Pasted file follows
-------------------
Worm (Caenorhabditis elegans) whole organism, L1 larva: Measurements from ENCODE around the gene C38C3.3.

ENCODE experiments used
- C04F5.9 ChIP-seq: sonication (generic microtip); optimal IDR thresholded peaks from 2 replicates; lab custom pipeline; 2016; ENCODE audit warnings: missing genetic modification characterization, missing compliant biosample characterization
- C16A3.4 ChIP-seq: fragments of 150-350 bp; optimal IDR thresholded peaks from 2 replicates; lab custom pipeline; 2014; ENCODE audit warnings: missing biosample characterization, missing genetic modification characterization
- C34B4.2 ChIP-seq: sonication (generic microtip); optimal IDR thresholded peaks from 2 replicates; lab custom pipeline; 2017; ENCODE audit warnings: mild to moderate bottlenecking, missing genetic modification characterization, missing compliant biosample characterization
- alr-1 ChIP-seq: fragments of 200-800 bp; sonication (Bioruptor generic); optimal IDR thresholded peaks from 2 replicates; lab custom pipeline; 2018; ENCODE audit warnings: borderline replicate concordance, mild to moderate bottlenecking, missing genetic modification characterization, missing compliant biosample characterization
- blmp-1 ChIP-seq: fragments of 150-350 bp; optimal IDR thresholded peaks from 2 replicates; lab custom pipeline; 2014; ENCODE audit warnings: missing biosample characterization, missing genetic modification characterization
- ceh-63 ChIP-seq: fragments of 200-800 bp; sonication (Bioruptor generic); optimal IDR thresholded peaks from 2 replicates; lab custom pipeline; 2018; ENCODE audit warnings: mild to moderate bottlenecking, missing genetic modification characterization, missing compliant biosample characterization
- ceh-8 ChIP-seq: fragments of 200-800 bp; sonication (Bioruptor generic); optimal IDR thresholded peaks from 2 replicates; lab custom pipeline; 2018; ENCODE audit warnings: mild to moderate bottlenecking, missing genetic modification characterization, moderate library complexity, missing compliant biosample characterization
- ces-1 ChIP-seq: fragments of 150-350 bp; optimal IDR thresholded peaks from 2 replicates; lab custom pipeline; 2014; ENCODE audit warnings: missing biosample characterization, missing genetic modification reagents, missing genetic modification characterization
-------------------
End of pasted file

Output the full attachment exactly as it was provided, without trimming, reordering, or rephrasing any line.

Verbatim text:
Worm (Caenorhabditis elegans) whole organism, L1 larva: Measurements from ENCODE around the gene C38C3.3.

ENCODE experiments used
- C04F5.9 ChIP-seq: sonication (generic microtip); optimal IDR thresholded peaks from 2 replicates; lab custom pipeline; 2016; ENCODE audit warnings: missing genetic modification characterization, missing compliant biosample characterization
- C16A3.4 ChIP-seq: fragments of 150-350 bp; optimal IDR thresholded peaks from 2 replicates; lab custom pipeline; 2014; ENCODE audit warnings: missing biosample characterization, missing genetic modification characterization
- C34B4.2 ChIP-seq: sonication (generic microtip); optimal IDR thresholded peaks from 2 replicates; lab custom pipeline; 2017; ENCODE audit warnings: mild to moderate bottlenecking, missing genetic modification characterization, missing compliant biosample characterization
- alr-1 ChIP-seq: fragments of 200-800 bp; sonication (Bioruptor generic); optimal IDR thresholded peaks from 2 replicates; lab custom pipeline; 2018; ENCODE audit warnings: borderline replicate concordance, mild to moderate bottlenecking, missing genetic modification characterization, missing compliant biosample characterization
- blmp-1 ChIP-seq: fragments of 150-350 bp; optimal IDR thresholded peaks from 2 replicates; lab custom pipeline; 2014; ENCODE audit warnings: missing biosample characterization, missing genetic modification characterization
- ceh-63 ChIP-seq: fragments of 200-800 bp; sonication (Bioruptor generic); optimal IDR thresholded peaks from 2 replicates; lab custom pipeline; 2018; ENCODE audit warnings: mild to moderate bottlenecking, missing genetic modification characterization, missing compliant biosample characterization
- ceh-8 ChIP-seq: fragments of 200-800 bp; sonication (Bioruptor generic); optimal IDR thresholded peaks from 2 replicates; lab custom pipeline; 2018; ENCODE audit warnings: mild to moderate bottlenecking, missing genetic modification characterization, moderate library complexity, missing compliant biosample characterization
- ces-1 ChIP-seq: fragments of 150-350 bp; optimal IDR thresholded peaks from 2 replicates; lab custom pipeline; 2014; ENCODE audit warnings: missing biosample characterization, missing genetic modification reagents, missing genetic modification characterization